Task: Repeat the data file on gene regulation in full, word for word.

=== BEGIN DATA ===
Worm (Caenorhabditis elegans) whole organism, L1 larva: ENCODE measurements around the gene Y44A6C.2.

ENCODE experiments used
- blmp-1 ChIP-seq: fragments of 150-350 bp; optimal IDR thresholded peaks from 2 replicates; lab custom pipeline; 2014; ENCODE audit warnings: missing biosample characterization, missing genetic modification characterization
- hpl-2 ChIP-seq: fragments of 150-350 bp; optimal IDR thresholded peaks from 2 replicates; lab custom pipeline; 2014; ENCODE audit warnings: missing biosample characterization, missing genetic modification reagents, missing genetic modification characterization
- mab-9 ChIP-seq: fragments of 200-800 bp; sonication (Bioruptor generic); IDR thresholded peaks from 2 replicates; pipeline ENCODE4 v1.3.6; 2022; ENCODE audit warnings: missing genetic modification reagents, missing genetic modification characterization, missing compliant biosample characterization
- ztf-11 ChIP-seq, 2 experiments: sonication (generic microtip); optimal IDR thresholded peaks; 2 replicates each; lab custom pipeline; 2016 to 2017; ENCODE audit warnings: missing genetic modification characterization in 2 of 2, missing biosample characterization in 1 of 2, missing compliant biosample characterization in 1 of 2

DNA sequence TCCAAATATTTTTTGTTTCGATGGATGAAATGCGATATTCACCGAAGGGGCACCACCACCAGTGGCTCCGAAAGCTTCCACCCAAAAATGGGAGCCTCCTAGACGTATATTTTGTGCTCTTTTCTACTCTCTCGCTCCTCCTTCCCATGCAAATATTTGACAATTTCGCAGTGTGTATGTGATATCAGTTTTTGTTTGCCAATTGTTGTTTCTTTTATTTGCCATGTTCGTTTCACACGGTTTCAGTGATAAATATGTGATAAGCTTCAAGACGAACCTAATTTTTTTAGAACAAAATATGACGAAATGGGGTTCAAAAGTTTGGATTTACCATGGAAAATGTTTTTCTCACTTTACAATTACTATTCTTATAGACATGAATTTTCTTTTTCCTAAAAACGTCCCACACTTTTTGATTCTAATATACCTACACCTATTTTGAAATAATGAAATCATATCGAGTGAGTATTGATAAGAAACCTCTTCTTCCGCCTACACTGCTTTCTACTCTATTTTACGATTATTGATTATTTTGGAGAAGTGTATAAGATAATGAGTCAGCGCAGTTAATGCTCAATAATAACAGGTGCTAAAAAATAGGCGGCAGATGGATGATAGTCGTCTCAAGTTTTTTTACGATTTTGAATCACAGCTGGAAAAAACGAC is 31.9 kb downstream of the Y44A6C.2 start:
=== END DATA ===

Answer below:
Worm (Caenorhabditis elegans) whole organism, L1 larva: ENCODE measurements around the gene Y44A6C.2.

ENCODE experiments used
- blmp-1 ChIP-seq: fragments of 150-350 bp; optimal IDR thresholded peaks from 2 replicates; lab custom pipeline; 2014; ENCODE audit warnings: missing biosample characterization, missing genetic modification characterization
- hpl-2 ChIP-seq: fragments of 150-350 bp; optimal IDR thresholded peaks from 2 replicates; lab custom pipeline; 2014; ENCODE audit warnings: missing biosample characterization, missing genetic modification reagents, missing genetic modification characterization
- mab-9 ChIP-seq: fragments of 200-800 bp; sonication (Bioruptor generic); IDR thresholded peaks from 2 replicates; pipeline ENCODE4 v1.3.6; 2022; ENCODE audit warnings: missing genetic modification reagents, missing genetic modification characterization, missing compliant biosample characterization
- ztf-11 ChIP-seq, 2 experiments: sonication (generic microtip); optimal IDR thresholded peaks; 2 replicates each; lab custom pipeline; 2016 to 2017; ENCODE audit warnings: missing genetic modification characterization in 2 of 2, missing biosample characterization in 1 of 2, missing compliant biosample characterization in 1 of 2

DNA sequence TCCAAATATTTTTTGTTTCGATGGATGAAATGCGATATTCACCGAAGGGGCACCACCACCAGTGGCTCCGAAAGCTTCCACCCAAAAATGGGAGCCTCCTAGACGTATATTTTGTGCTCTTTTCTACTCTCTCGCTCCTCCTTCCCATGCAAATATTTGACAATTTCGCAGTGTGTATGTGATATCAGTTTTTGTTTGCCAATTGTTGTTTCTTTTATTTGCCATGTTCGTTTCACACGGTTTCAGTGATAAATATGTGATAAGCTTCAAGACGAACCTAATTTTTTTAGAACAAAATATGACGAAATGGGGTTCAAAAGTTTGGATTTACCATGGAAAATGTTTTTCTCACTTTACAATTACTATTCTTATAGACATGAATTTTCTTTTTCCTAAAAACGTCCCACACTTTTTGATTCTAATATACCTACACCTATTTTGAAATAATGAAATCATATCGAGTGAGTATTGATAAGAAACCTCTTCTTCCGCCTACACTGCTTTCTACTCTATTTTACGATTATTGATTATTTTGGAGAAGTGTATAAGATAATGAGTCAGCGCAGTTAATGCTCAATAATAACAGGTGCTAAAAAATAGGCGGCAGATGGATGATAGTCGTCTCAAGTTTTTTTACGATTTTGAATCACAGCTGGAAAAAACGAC is 31.9 kb downstream of the Y44A6C.2 start: